necessary cause


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nec·es·sar·y cause

an etiologic factor without which a result in question will not occur; the occurrence of the result is proof that the factor is operating.

cause

in diseases, an agent, event, condition or characteristic which plays an essential role in producing an occurrence of the disease. Because there is nowadays much less certainty about what actually establishes a disease state it is becoming more common to use terms such as disease determinants, causal association, causal relationship. koch's postulates are no longer the sole criterion used in establishing causality.

constitutional cause
an inherent characteristic of the patient. Usually a systemic defect, e.g. protoporphyria.
direct cause
there must be no known variable intervening between the suspect factor and the disease.
endogenous cause
the cause comes from within the patient. See also constitutional cause (above).
exogenous cause
the cause comes from outside the patient, e.g. a virus infection.
indirect cause
all causes other than the direct cause (see above).
host cause
see endogenous cause (above).
necessary cause
a factor which must be present to produce disease; the disease does not occur unless the factor was or is present.
precipitating cause
the trigger mechanism that initiates the commencement of the disease state.
predisposing cause
a mechanism that makes a patient more susceptible to the precipitating cause.
primary cause
the principal factor in causing the disease.
secondary cause
a factor that assists the primary cause. A cause of secondary importance.
specific cause
the single cause in a single cause-single disease relationship.
sufficient cause
a minimal set of conditions and events which inevitably produce disease.
References in periodicals archive ?
There is an absolutely necessary cause including all the relative necessary causes and explaining their individualities.
But, since, as I indicated in the previous paragraph, there is no relevant moral difference between being an ultimate cause of one's harm and being a proximate cause of one's harm as long as one is a necessary cause of one's harm, it has to be concluded that evicting an invitee to his death is just as much a contravention of the NAP and the principle of gentleness as killing him on the spot is.
Note an important common feature in all of the experiments described so far: The events that subjects list as most causal are also "but for" causes; that is, being a "but for" or necessary cause is a requirement for assigning causality.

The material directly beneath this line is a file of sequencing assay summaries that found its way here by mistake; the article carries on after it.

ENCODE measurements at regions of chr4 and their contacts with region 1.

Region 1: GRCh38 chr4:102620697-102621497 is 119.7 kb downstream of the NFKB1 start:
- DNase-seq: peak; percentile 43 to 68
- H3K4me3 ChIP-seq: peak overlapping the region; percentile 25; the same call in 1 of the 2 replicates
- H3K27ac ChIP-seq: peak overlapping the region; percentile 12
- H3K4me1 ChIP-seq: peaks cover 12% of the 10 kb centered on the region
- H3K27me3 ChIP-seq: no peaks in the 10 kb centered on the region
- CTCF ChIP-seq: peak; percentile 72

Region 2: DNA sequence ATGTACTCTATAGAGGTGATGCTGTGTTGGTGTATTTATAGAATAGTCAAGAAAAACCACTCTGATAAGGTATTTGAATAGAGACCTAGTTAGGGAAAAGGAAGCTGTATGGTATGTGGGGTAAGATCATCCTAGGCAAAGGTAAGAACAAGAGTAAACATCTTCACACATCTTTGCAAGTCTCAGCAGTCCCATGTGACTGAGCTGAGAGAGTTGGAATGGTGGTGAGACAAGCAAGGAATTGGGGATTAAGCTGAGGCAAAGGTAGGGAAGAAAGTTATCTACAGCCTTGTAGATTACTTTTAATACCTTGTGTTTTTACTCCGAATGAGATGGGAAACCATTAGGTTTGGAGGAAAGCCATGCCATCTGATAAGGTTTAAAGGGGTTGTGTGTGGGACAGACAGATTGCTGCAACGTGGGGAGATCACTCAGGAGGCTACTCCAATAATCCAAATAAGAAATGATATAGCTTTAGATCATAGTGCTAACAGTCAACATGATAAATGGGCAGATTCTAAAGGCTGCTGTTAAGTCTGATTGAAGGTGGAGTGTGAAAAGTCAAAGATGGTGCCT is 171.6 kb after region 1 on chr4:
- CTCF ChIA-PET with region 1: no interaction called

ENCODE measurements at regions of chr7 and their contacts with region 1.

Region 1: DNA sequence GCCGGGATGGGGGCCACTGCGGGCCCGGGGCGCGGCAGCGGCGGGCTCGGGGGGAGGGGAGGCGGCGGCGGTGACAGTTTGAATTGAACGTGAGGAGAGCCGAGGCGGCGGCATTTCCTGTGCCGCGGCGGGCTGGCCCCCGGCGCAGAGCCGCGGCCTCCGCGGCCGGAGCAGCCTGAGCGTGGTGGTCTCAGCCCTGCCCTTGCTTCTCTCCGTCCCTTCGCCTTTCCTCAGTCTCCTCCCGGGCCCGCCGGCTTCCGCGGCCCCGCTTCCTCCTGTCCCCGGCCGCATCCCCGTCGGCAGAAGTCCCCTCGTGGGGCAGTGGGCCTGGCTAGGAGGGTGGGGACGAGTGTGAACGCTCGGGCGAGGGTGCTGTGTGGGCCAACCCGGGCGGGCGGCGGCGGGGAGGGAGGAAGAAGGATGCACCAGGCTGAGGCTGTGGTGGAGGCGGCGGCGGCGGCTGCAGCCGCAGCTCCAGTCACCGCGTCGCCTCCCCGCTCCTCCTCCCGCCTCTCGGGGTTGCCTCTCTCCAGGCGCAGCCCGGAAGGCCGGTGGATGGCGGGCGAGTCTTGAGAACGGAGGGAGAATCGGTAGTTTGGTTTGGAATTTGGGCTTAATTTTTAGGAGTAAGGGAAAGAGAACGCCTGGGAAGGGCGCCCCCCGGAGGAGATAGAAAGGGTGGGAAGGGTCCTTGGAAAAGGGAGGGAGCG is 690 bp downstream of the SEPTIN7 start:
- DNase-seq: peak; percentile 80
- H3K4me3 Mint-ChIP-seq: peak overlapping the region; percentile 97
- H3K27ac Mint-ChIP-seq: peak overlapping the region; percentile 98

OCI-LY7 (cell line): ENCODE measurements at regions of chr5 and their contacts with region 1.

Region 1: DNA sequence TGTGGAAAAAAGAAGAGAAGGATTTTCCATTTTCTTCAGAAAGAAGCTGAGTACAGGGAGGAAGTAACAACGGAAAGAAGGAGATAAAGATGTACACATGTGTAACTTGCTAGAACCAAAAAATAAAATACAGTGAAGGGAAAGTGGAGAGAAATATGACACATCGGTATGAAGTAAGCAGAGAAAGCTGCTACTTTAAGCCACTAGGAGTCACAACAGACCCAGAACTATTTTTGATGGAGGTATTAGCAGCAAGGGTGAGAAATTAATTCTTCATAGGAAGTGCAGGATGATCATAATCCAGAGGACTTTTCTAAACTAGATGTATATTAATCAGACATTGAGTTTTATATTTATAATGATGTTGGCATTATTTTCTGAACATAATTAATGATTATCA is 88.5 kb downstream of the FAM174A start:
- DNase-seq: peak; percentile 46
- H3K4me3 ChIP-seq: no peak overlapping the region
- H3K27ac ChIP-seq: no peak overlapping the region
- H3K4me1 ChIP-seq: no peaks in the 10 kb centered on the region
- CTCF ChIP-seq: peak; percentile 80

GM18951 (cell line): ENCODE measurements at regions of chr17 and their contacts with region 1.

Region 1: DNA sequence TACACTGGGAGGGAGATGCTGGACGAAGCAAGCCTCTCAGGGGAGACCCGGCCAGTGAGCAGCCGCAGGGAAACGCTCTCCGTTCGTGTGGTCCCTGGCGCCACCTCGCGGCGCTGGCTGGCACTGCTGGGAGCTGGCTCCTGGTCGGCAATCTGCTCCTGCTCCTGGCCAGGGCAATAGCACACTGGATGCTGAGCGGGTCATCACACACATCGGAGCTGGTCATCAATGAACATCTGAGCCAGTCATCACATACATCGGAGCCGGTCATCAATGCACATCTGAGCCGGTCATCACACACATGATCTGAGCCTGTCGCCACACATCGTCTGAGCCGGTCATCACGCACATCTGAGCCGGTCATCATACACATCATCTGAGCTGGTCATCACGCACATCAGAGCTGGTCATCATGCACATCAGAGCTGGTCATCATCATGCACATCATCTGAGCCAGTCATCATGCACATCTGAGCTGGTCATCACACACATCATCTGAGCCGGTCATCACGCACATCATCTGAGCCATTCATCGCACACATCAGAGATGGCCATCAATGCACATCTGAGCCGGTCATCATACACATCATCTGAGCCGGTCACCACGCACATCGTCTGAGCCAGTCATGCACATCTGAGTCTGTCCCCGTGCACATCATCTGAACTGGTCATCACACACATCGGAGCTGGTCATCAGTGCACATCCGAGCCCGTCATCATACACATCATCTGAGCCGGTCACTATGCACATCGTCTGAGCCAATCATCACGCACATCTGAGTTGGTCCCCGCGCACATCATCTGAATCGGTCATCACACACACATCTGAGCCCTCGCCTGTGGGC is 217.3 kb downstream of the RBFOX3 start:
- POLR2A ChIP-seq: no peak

Hitler may have been a necessary cause of World War II" concedes Schweller on page 7; but his main point is that personalities and ideologies are not sufficient factors to bring about a war.
They routinely introduce undergraduates to two of Weber's simpler arguments--the particular claim that certain Calvinist beliefs were a necessary cause of modern capitalism and the general theory that bureaucracy is the most efficient type of administration.
There is another condition [along with malnutrition] which we assume as a necessary cause of immediate discomfort, but too often fail to appreciate as a fundamental cause of permanent injury.
Ibn Khaldun appears to see in the destruction of old dynasties the necessary cause for resumption of creative activity.
This Gentile self-identification was a necessary cause [sic] of belief in the deity of Jesus, a belief which could not be held so long as the Christian community was primarily Jewish' (pp.
We're not only raising funds for a necessary cause, we're raising awareness by educating consumers about an issue that will eventually impact all of us," says Howard.
The probability PN thus quantifies how likely it is that X has caused Y in a necessary causation sense; here X is a necessary cause of Y means that X is required for Y to occur but that other factors might be required as well.
Epidemiologic evidence and human papillomavirus infection as a necessary cause of cervical cancer.

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